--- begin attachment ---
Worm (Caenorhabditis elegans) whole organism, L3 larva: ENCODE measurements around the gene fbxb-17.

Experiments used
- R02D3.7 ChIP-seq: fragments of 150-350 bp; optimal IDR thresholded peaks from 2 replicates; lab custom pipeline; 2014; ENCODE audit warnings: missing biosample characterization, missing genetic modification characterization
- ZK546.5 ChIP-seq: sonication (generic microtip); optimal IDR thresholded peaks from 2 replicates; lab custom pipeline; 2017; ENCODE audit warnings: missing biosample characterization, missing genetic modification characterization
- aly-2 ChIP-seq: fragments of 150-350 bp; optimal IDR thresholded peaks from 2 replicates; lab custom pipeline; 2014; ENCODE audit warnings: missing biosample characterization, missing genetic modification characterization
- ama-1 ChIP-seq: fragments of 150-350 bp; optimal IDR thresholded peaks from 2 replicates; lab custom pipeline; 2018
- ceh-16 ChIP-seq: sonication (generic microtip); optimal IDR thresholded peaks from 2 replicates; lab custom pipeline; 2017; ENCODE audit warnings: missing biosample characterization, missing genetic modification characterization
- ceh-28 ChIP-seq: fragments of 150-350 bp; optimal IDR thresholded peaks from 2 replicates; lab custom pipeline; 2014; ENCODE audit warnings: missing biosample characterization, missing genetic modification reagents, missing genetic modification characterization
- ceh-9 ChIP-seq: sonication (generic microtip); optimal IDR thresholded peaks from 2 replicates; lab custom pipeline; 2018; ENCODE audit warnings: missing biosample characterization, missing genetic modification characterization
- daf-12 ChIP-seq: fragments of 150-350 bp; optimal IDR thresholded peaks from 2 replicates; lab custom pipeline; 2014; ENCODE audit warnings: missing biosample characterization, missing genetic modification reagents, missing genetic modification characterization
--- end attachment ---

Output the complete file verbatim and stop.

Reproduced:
Worm (Caenorhabditis elegans) whole organism, L3 larva: ENCODE measurements around the gene fbxb-17.

Experiments used
- R02D3.7 ChIP-seq: fragments of 150-350 bp; optimal IDR thresholded peaks from 2 replicates; lab custom pipeline; 2014; ENCODE audit warnings: missing biosample characterization, missing genetic modification characterization
- ZK546.5 ChIP-seq: sonication (generic microtip); optimal IDR thresholded peaks from 2 replicates; lab custom pipeline; 2017; ENCODE audit warnings: missing biosample characterization, missing genetic modification characterization
- aly-2 ChIP-seq: fragments of 150-350 bp; optimal IDR thresholded peaks from 2 replicates; lab custom pipeline; 2014; ENCODE audit warnings: missing biosample characterization, missing genetic modification characterization
- ama-1 ChIP-seq: fragments of 150-350 bp; optimal IDR thresholded peaks from 2 replicates; lab custom pipeline; 2018
- ceh-16 ChIP-seq: sonication (generic microtip); optimal IDR thresholded peaks from 2 replicates; lab custom pipeline; 2017; ENCODE audit warnings: missing biosample characterization, missing genetic modification characterization
- ceh-28 ChIP-seq: fragments of 150-350 bp; optimal IDR thresholded peaks from 2 replicates; lab custom pipeline; 2014; ENCODE audit warnings: missing biosample characterization, missing genetic modification reagents, missing genetic modification characterization
- ceh-9 ChIP-seq: sonication (generic microtip); optimal IDR thresholded peaks from 2 replicates; lab custom pipeline; 2018; ENCODE audit warnings: missing biosample characterization, missing genetic modification characterization
- daf-12 ChIP-seq: fragments of 150-350 bp; optimal IDR thresholded peaks from 2 replicates; lab custom pipeline; 2014; ENCODE audit warnings: missing biosample characterization, missing genetic modification reagents, missing genetic modification characterization